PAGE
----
When you lose weight, your 50 inch hip size is bound to decrease. But guess what? So is the size of your waist! This loss of inches will result in a lower waist-to-hip ratio, which is to say, a greater size difference between your waist and hips.

What this means for you is that when you lose weight and improve your health, your hips will actually look better because they'll be bigger in relation to your waist! So yes, you can improve your health and physical appearance simultaneously—even if you're set on maintaining large hips.

What size are 50 inch hips?

A chart showing what size 50 inch hips are in women's clothing

What size are 50 inch hips? It depends on the brand and on the specific item of clothing. That said, in many cases, 50 inch hips work out at a women's XXL, which is equal to a US size 18-20.

Do many people have a 50 inch butt?

A sporty woman who has a 50 inch butt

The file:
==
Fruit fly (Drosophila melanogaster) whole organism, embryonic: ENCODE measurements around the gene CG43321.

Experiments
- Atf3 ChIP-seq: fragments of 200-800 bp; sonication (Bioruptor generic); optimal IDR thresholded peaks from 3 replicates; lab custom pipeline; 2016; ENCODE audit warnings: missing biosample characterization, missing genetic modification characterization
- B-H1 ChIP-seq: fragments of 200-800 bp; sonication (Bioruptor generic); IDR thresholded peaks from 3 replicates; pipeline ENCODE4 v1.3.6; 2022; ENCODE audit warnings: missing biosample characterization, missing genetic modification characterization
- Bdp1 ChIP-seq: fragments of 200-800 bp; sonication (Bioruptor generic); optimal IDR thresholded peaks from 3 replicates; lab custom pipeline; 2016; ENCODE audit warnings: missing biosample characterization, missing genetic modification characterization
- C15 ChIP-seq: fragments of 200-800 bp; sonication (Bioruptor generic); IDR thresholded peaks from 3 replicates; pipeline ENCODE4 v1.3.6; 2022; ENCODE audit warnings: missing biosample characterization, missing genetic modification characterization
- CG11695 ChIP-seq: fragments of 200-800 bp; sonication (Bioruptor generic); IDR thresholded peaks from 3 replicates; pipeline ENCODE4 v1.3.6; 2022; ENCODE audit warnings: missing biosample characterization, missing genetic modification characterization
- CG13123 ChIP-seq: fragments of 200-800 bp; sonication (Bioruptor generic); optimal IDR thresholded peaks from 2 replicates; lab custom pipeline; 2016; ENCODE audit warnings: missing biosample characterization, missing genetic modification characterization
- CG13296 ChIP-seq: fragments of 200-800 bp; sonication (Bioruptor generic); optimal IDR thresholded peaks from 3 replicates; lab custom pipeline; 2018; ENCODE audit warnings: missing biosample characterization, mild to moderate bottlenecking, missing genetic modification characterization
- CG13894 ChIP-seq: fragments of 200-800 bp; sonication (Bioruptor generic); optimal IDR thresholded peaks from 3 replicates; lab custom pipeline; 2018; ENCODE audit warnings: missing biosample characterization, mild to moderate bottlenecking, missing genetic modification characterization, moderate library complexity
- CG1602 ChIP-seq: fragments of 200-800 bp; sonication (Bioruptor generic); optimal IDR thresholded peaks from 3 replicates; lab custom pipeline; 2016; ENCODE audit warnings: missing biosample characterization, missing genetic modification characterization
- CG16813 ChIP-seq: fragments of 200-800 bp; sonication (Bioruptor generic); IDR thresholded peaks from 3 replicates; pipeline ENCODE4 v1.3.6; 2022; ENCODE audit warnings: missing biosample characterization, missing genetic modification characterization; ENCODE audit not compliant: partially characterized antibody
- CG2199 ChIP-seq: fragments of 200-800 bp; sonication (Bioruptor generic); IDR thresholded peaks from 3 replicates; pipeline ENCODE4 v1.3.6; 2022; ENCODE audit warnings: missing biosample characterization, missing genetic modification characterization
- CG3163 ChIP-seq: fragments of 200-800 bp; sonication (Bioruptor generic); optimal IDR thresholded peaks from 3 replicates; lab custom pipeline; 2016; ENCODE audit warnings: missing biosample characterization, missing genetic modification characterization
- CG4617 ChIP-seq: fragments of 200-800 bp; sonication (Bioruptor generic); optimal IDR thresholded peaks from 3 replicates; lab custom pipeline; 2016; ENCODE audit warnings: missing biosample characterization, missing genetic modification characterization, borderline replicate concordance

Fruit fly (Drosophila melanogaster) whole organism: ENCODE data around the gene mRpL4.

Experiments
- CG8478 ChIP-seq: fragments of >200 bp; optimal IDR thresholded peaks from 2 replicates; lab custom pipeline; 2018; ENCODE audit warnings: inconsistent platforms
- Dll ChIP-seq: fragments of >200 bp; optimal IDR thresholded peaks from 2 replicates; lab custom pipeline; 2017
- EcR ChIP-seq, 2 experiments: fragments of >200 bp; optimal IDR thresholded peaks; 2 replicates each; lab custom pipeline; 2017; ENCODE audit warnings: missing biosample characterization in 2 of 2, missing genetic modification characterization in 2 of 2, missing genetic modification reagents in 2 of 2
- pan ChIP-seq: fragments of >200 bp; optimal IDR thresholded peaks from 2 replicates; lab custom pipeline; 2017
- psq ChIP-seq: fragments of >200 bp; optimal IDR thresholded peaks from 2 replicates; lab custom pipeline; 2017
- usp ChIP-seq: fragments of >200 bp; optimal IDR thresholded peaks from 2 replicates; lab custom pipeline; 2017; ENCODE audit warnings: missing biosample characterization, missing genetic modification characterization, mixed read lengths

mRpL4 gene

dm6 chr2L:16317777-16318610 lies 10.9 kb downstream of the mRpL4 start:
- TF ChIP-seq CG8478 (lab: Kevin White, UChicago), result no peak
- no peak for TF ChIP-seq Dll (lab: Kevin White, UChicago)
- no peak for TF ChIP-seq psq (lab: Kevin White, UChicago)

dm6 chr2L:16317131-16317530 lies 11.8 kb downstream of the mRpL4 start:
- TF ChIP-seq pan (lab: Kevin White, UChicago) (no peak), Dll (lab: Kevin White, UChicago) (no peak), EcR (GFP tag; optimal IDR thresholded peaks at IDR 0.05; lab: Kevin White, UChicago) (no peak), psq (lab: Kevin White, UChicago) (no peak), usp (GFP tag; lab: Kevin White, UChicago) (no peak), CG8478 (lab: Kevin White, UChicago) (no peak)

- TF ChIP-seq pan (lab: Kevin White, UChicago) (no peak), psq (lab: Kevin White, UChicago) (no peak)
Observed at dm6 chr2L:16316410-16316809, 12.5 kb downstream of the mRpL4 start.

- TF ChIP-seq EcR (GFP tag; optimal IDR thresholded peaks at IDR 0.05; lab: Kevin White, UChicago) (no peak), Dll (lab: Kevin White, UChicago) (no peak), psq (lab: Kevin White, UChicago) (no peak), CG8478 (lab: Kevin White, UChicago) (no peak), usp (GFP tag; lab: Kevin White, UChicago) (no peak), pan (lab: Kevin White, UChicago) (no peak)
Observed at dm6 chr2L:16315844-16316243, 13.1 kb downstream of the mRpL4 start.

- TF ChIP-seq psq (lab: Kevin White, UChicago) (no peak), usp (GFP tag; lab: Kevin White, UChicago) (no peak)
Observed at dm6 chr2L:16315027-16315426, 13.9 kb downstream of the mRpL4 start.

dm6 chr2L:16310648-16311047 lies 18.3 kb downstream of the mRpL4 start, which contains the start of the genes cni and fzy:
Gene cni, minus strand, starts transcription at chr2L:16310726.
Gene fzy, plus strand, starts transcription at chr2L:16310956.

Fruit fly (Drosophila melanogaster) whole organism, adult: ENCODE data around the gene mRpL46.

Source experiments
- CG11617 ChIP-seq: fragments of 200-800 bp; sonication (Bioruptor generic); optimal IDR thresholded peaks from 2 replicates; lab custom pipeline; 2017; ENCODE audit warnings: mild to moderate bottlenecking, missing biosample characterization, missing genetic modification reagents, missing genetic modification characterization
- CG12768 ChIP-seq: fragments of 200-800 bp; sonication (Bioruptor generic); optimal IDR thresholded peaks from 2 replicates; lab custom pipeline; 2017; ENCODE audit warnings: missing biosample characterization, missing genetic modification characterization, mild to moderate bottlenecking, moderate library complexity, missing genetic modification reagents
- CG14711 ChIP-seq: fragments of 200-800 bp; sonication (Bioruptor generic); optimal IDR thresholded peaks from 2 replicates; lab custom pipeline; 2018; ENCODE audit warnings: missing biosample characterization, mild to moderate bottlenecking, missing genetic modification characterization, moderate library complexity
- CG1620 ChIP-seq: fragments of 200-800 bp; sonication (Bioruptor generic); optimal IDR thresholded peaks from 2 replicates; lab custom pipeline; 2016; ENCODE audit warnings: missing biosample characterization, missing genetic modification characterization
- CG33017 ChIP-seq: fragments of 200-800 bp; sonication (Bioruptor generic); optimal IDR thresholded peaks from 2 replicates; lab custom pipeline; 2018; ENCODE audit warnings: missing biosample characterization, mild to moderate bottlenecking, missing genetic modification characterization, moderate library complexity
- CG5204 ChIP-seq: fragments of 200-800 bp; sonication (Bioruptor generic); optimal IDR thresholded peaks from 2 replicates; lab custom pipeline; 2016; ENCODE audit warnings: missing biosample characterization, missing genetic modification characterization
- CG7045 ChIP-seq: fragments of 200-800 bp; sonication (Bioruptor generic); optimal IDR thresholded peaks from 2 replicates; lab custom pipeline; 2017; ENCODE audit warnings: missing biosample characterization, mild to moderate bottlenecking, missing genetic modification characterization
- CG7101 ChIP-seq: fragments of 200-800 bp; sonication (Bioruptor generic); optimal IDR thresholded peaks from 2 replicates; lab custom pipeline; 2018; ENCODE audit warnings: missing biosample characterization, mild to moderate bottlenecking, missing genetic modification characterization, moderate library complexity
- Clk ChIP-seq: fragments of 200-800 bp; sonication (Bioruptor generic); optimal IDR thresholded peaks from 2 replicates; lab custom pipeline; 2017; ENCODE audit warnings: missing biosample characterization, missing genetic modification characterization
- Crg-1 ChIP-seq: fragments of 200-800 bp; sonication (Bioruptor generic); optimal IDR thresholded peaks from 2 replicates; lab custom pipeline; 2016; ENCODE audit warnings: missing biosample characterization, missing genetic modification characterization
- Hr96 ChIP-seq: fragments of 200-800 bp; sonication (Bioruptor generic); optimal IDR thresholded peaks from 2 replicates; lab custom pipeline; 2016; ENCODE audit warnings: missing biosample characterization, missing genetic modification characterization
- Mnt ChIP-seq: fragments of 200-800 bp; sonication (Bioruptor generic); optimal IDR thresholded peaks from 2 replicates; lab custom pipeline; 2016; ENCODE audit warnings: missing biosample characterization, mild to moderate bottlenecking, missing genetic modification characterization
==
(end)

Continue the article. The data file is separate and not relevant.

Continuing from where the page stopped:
Although there are plenty of obese individuals in our society, there aren't that many people who have a 50 inch butt because 50 in hips really are a massive size.

Of course, if you're overweight and you naturally store a lot of your body fat around your hips, then it's possible to get 50 inch hips naturally.

But to improve your health and wellbeing, you should seek to lose weight by eating in a calorie deficit and increasing your activity level. This can be as simple as walking more, or it can mean actually training with weights in the gym—a great idea if you want to trade some of your hip fat for glute muscle.

It's also not a good idea to fixate on specific measurements because we're all built differently. While just about anyone can decrease and increase their measurements, our genetics govern just how slim and how muscular we can get, so focus on losing weight and or/developing your physique rather than on specific measurements.